"Down the Colorado River from Hite to the junction of the San Juan River in Colorado, via a power boat. This is a camping, sightseeing adventure in the deep canyons of the river. We are acquainted with the preparations for this trip Along the scenic canyon way of picturesque land and rock formations we stop to search out some of the birds, lizards, flora, and other life of interest to the nature lover. The placid and rugged beauty of this area contains some of the old Indian caves. From one of the campsites we go by foot to the famous Rainbow Bridge, a natural arch span of more than 300 feet. Canyons unlimited is an inspiration to those who love adventure" PSA Journal, Oct. 1962, 34.
"The wilderness of Colorado where the visitor may wonder how the Indian can extract a livelihood from the dry, treeless land. To be sure, there are trees, and some with the raiment of ghosts, from which life long ago departed. The rugged Indian does eke a living from this waste, mostly from sheep, goats, weaving, and trinkets. The film is a record of these things in well chosen settings, including a desert storm" PSA Journal, Oct. 1961, 49
"A diesel followed by yesterday's steam locomotives lay the contrasts for this journey to yesterday. Rio Grande's old seam locomotive 473 takes us from Durango to Silverton, Colorado, through the wild country where enroute we see things today as they were yesterday. Throughout this trip we feel the realism of the sound accompaniment, so tastefully a part of the picture. The maker of this film was well aware of the need to include people and human interest, and it did it well" PSA Journal, Nov. 1959, 48-49.
"Winged Hickory on the high snow-covered slopes in the area of Aspen, Colorado (not far from Denver) is a nostalgic piece of winter ski sports by Theodore H. Sarchin. Aspen is a famous old, deserted silver mining town that has been rejuvenated by ski enthusiasts taking advantage of the excellent slopes and weather conditions. The ski lift is the longest in the world. It requires 40 minutes to ride its full length, in two sections, to an elevation of 11,300 feet. There are beginner and novice trails and challenging slopes for the experienced skier. There are vistas of the towering snow-covered mountains as well as activities in camp. During one of the Gala Days, Mr. Sarchin photographed some unusually expert skiers, such as one on tall stilts, and four men on two long skis, sort of like four men on a horse. The beauty and grace of the skiers, speeding along with the snow feathering out behind, make the rugged beauty of the terrain an outstanding picture. The background music is well chosen and Mr. Sarchin's narration is adequate" PSA Journal, Nov. 1957, 53.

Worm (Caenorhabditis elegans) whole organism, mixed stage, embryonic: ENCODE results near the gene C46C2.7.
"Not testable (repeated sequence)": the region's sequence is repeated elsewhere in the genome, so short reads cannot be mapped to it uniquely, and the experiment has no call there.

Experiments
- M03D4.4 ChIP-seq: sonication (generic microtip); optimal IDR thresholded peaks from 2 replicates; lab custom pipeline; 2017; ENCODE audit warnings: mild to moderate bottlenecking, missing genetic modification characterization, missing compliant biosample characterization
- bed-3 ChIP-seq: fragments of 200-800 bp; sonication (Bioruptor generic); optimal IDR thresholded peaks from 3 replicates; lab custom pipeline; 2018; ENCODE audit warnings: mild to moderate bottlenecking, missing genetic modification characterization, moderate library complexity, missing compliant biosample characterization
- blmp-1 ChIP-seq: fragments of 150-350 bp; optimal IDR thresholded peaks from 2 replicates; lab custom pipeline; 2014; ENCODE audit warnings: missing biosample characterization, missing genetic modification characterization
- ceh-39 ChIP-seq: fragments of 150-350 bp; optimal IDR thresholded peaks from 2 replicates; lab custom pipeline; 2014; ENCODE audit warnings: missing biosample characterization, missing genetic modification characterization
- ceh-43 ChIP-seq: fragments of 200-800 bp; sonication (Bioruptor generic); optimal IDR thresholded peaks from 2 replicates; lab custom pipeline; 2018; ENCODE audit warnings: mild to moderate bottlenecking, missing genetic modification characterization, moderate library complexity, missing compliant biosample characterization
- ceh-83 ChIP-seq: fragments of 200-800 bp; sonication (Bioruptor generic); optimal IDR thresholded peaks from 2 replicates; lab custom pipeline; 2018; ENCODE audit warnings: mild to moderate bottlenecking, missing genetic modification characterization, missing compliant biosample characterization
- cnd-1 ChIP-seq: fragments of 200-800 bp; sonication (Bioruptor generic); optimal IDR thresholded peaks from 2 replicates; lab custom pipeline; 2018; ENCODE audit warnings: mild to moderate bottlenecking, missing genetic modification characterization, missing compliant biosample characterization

"Al Morton's "Wild Water and Bouncing Boats" takes us through Desolation and Gray Canyons on the Green River which flows into the great Colorado River. The Green River starts in northern Utah and joins the Colorado south of Arches Monument in Utah. The picture takes us down the Colorado as far as the Hoover Dam. The country abounds in desert and canyon scenery—to say it is spectacular is a display of modesty. There are canoes and other hand-powered craft on the turbulent rapids with upsets and the struggle to gain an island rock and the shore. There are craft equipped with outboard motors to drive it through turbulent waters and rapids. This film is packed with thrills for those who like rough water" PSA Journal, Nov. 1957, 33.
"After years of seeing the rugged Colorado River conquered by small parties of adventurers as rugged as the river itself, O.L. Tapp has produced Land of the Rock Up Over, a film in which a party of perhaps half a hundred young men and women thoroughly enjoy a mass invasion of the river country in seven large rubber rafts and only one cataract boat. The charm of Mr. Tapp's capable but perhaps over-long film lies in the companionship, fun, and excitement that stem from the very size of the exploring party. Admittedly in the river passage from Hite, Utah, to Lee's Ferry the river's most dangerous rapids have been avoided. But who cares - the group had fun! Skillfully photographed and with an interesting narrative well-recorded on magnetic stripe, the film holds audience attention by its very competence throughout its considerable length" PSA Journal, Jan. 1955, 50.